A traumatized veteran, unafraid of violence, tracks down missing girls for a living. When a job spins out of control, Joe's nightmares overtake him as a conspiracy is uncovered leading to what may be his death trip or his awakening.
On the rocky path to sobriety after a life-changing accident, John Callahan discovers the healing power of art, willing his injured hands into drawing hilarious, often controversial cartoons, which bring him a new lease on life.
Early 1970s. Four strangers check in at the El Royale Hotel. The hotel is deserted, staffed by a single desk clerk. Some of the new guests' reasons for being there are less than innocent and some are not who they appear to be.
A successful investment banker struggles after losing his wife in a tragic car crash. With the help of a customer service rep and her young son, he starts to rebuild, beginning with the demolition of the life he once knew.
Set in contemporary Chicago, amid a time of turmoil, four women with nothing in common except a debt left behind by their dead husbands' criminal activities, take fate into their own hands, and conspire to forge a future on their own terms.
Based on Patrick DeWitt's novel, This movie revolves around the colorfully named gold prospector Hermann Kermit Warm (Riz Ahmed), who's being pursued across one thousand miles of 1850s Oregon desert to San Francisco, California by the notorious assassins Eli Sisters (John C. Reilly) and Charlie Sisters (Joaquin Phoenix). Except Eli is having a personal crisis and beginning to doubt the longevity of his chosen career. And Hermann might have a better offer.Written by
At several points throughout the film, starting from the first town scene, House Sparrows are heard calling in the background. However this species was not introduced to the US from Europe until 1852, and only then in New York. See more »
[in the dark]
Hey! This is the Sisters Brothers. The Commodore sent us. He knows you have Blount. Hand him over and the rest of you will live.
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Much like the horror genre for me, western films haven't been able to win me over as well as others. That being said, I was looking forward to this one, due to the energetic trailers and very talented cast all around. Sadly, this film only lived up to one thing, which was the cast. I don't expect much from westerns to be honest, because aside from Butch Cassidy and the Sundance Kid, The Good, the Bad, and the Ugly, or even the remake of 3:10 to Yuma, I haven't loved too many others. I still found myself disappointed in this one, however, due to the story being told and the crew behind the movie being so incredibly gifted. Here's why I'd recommend this movie if you're a fan of any of these performers, but why it's really not worth seeing as a whole.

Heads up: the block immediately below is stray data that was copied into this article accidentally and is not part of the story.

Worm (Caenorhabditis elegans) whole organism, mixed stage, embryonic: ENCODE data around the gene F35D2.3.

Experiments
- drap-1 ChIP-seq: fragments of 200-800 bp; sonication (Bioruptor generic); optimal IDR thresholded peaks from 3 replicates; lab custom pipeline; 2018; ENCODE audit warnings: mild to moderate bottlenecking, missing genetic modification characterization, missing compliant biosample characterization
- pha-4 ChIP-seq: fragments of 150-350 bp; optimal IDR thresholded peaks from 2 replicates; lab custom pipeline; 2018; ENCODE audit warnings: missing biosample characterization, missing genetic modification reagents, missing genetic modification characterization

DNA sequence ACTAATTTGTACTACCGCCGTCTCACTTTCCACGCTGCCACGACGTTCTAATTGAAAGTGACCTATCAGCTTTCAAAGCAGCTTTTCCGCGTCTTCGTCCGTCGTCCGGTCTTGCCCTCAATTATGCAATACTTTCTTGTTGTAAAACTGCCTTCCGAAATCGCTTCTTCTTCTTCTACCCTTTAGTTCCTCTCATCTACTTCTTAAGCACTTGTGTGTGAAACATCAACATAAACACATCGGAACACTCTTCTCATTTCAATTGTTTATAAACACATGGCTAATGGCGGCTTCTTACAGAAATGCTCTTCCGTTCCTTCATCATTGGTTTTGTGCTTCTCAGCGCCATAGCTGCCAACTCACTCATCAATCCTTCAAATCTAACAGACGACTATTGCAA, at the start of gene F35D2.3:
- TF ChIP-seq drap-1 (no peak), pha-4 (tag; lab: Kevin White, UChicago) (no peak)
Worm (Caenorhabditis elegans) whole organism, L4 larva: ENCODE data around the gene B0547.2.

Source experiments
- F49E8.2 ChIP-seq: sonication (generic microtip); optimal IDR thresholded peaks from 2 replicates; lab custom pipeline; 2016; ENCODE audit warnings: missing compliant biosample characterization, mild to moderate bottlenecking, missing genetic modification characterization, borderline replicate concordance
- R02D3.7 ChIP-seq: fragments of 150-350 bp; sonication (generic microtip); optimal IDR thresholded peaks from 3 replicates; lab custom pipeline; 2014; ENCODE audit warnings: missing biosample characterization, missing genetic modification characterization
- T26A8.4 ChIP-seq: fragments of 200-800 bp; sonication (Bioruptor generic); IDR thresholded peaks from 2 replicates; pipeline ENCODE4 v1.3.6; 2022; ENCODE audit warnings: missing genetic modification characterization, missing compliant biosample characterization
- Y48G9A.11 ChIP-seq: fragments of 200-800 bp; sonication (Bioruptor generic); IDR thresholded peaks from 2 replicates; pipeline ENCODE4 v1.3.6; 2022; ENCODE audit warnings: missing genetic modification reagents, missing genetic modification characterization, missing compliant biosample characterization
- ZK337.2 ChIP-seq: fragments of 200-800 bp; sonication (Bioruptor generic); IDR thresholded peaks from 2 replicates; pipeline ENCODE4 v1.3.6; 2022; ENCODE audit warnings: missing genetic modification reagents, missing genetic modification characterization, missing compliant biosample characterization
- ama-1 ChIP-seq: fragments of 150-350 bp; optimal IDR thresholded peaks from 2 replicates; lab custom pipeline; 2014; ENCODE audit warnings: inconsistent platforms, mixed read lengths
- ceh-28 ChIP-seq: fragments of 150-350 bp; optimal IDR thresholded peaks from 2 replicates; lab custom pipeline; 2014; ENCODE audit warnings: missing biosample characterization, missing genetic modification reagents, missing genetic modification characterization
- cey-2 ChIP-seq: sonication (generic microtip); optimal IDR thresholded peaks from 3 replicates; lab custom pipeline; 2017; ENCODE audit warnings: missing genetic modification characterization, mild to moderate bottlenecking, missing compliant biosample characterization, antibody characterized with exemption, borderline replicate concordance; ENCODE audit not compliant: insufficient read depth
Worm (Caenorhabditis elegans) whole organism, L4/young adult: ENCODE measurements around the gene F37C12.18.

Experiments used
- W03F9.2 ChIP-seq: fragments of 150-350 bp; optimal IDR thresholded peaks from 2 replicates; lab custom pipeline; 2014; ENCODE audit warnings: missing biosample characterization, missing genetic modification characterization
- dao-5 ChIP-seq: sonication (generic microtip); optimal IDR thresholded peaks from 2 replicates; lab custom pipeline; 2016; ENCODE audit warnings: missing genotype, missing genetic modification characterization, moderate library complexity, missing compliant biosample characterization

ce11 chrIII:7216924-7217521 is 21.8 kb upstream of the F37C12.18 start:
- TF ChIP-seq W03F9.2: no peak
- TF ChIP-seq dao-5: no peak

Based on a true story of two brothers who are on the run after multiple felonies in the 1800s, The Sisters Brothers dives into the dramatic aspect of their characters and pretty much becomes a road trip drama with a Western setting. That itself would interest me if someone were to sell the movie before viewing it, but the drama aspect is far too heavy for this sort of film. A duo of gold prospectors in Jake Gyllenhaal and Riz Ahmed are on the lookout, while also being in pursuit by these brothers, who are played by Joaquin Phoenix and John C. Reilly, respectively. The premise of this film is very interesting and different for this genre, but it truly goes nowhere that we haven't already seen westerns go a million times over.
If you go into this film hoping for great performances and nothing else, then you might end up loving this movie, because these four performers in Reilly, Gyllenhaal, Ahmed, and Phoenix are stellar from start to finish. I felt riveted each and every time any of them were sharing the screen together, but that's where the greatness ends for this film. It relies too heavily on this cast to carry the very slow pace. The film begins with an action sequence and ends with a decent one as well, but the rest of the movie is a very slow burn that does nothing all that interesting to keep you engaged. Sure, you will learn about the backstories and life goals of these characters, but it's nothing I'll ever find myself wishing to revisit.
With all of that said, this is a well-directed film by Jacques Audiard, who has been previously known for his award-winning foreign films in Rust and Bone, Dheepan, and many more. You can tell that this is a director that cares about his character on-screen and he definitely focussed the majority this filmmaking process to get that aspect just right because it really does show. These characters are fantastic. I just wish the movie itself was injected with a little more energy to hold my interested throughout the full 121 minutes.
Overall, The Sisters Brothers is a competent film as a whole, with great direction and superb performances, but the rest of the movie surrounding those aspects just left me underwhelmed. I'm not saying the movie itself needed a gunfight every five minutes, but the calm score, subtle performances, long sequences of sitting around a fire or riding a horse, and even the comedic aspects that were played as light humour to deviate from the tense moments, all felt dull. I enjoyed watching this movie, but it feels far too long, due to the slow pacing. I personally feel that this film is a big example of wasted potential. I can't quite give this movie a glowing recommendation, but there are enough positive aspects to warrant a positive grade.
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